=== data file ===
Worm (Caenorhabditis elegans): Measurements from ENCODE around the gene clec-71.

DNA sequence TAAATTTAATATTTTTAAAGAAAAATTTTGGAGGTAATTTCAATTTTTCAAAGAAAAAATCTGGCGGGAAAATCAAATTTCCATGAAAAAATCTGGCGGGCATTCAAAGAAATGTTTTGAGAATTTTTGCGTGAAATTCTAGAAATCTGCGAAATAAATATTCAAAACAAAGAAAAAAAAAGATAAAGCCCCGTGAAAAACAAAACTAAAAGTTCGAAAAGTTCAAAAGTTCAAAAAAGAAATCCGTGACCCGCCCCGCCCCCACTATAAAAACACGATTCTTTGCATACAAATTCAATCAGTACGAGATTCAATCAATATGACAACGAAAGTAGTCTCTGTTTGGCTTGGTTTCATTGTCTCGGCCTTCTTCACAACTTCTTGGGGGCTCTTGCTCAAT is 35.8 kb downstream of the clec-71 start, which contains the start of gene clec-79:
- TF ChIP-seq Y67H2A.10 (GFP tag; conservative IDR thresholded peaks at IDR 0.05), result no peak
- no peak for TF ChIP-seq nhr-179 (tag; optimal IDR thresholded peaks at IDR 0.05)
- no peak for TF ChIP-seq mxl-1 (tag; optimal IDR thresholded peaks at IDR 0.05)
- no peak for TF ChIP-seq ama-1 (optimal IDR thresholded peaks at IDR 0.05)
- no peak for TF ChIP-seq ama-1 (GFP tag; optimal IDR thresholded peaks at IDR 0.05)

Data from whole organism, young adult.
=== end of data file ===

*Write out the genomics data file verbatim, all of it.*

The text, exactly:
Worm (Caenorhabditis elegans): Measurements from ENCODE around the gene clec-71.

DNA sequence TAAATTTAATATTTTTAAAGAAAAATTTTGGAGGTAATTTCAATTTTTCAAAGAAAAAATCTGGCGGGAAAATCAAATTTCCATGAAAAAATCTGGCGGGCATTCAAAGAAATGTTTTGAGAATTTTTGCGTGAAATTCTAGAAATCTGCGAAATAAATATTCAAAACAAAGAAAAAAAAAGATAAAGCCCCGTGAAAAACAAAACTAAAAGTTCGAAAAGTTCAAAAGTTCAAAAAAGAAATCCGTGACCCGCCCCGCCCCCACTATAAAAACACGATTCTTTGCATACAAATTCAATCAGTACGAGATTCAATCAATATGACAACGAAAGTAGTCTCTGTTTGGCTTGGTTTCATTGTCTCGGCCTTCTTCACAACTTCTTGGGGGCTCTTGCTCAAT is 35.8 kb downstream of the clec-71 start, which contains the start of gene clec-79:
- TF ChIP-seq Y67H2A.10 (GFP tag; conservative IDR thresholded peaks at IDR 0.05), result no peak
- no peak for TF ChIP-seq nhr-179 (tag; optimal IDR thresholded peaks at IDR 0.05)
- no peak for TF ChIP-seq mxl-1 (tag; optimal IDR thresholded peaks at IDR 0.05)
- no peak for TF ChIP-seq ama-1 (optimal IDR thresholded peaks at IDR 0.05)
- no peak for TF ChIP-seq ama-1 (GFP tag; optimal IDR thresholded peaks at IDR 0.05)

Data from whole organism, young adult.